Sat, Jan 24, 2015 - Page 7 News List

Muslim voices join calls at UN meeting for world to stand up to anti-Semitism

AP, UNITED NATIONS

The first UN General Assembly meeting on anti-Semitism on Thursday sparked calls for global action to combat rising hatred against Jews and a surprising denunciation from the world’s 57 Islamic nations of all words and acts that lead “to hatred, anti-Semitism, Islamophobia.”

US Ambassador to the UN Samantha Power said the statement, delivered by Saudi Arabian Ambassador to the UN Abdallah al-Moualimi, on behalf of the Organization of Islamic Cooperation, was “extremely significant,” especially since the UN has often been a venue for attempts to de-legitimize Israel.

The assembly met at the request of 37 mainly Western countries including the US who urged the UN to address the “alarming outbreak of anti-Semitism worldwide.” It was an informal meeting, attended by about half the 193 member states, so no resolution could be adopted.

However, 40 mainly Western countries issued a joint statement afterward urging all nations to “declare their categorical rejection of anti-Semitism,” strengthen laws to combat discrimination, and prosecute those responsible for anti-Semitic crimes.

“The determination to eradicate the conditions that gave rise to the Holocaust was a guiding principle among the founders of this organization over six decades ago,” the statement said. “Let us rededicate ourselves to that principle and endeavor to eliminate anti-Semitism in all forms.”

The letter requesting the meeting was sent last October, months before the recent attack at a Kosher supermarket in Paris that killed four Jews. It followed last May’s shooting that killed three people at the Jewish Museum in Brussels and the 2012 murder of a rabbi and three children in the French city of Toulouse.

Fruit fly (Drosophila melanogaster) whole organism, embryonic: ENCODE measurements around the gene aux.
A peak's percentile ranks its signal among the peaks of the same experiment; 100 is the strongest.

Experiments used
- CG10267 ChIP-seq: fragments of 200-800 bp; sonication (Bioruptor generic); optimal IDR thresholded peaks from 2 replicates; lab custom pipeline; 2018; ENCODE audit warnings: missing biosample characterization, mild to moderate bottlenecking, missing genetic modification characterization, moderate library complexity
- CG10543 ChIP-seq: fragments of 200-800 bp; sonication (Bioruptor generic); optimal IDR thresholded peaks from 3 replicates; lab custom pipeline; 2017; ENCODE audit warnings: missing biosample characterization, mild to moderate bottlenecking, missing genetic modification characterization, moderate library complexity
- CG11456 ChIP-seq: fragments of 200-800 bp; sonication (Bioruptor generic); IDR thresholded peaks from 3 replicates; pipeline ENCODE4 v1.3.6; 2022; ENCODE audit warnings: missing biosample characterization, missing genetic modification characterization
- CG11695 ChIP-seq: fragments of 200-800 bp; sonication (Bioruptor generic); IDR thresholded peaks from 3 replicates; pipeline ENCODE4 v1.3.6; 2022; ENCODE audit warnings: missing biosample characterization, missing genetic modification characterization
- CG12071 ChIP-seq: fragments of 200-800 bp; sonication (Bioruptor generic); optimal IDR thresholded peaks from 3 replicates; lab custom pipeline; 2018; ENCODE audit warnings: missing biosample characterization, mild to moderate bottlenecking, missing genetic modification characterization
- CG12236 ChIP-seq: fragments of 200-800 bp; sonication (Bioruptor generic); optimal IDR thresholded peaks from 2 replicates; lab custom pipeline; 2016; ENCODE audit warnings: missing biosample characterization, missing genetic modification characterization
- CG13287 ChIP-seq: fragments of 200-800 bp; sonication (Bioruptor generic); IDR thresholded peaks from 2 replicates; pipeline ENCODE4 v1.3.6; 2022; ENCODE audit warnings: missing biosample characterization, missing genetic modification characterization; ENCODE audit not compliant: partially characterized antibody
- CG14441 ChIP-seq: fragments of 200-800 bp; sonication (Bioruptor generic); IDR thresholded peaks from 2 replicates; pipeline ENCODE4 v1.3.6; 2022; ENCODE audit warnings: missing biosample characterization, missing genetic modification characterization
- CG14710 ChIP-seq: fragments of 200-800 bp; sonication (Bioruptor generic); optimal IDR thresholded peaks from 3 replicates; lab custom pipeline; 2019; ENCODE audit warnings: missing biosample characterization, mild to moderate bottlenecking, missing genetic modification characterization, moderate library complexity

Israel’s Ambassador to the UN Ron Prosor said that after the Holocaust “the world pledged ‘never again,’ but here we are again.”

“Violent anti-Semitism is casting a shadow over Europe,” he said.

In the keynote speech, French philosopher Bernard-Henri Levy said blaming Jews “is once again becoming the rallying cry of a new order of assassins.”

Dozens of speakers echoed his call to address the root causes of anti-Semitism.

Al-Moualimi said Muslim nations have witnessed “with growing concern the increase in hate crimes around the world” and “condemn in strong terms any discrimination based on belief and religious practices in all its forms.”

He also emphasized the links between Islamophobia and anti-Semitism.

He said Israel’s actions, political crises, economic recession and policies that protect powerful nations are “very closely linked to the increase in hate crimes, extremism, and violence and anti-Semitism.”

Power responded that while the US accepts criticism of policies it rejects “anything that would suggest that there is a justification for anti-Semitism.”

Because of Germany’s historic role in the Holocaust, German Minister of State for Europe Michael Roth said his country would always be in the forefront of fighting anti-Semitism and pursuing “a zero-tolerance policy.”

French Secretary of State for European Affairs Harlem Desire urged the world to act “with the utmost firmness, wherever anti-Semitism rears its head in the world,” adding that “without the Jews of Europe, Europe would no longer be Europe.”

Roth and Desire called for a new EU legal framework to address the diffusion of racist and anti-Semitic speeches and material.

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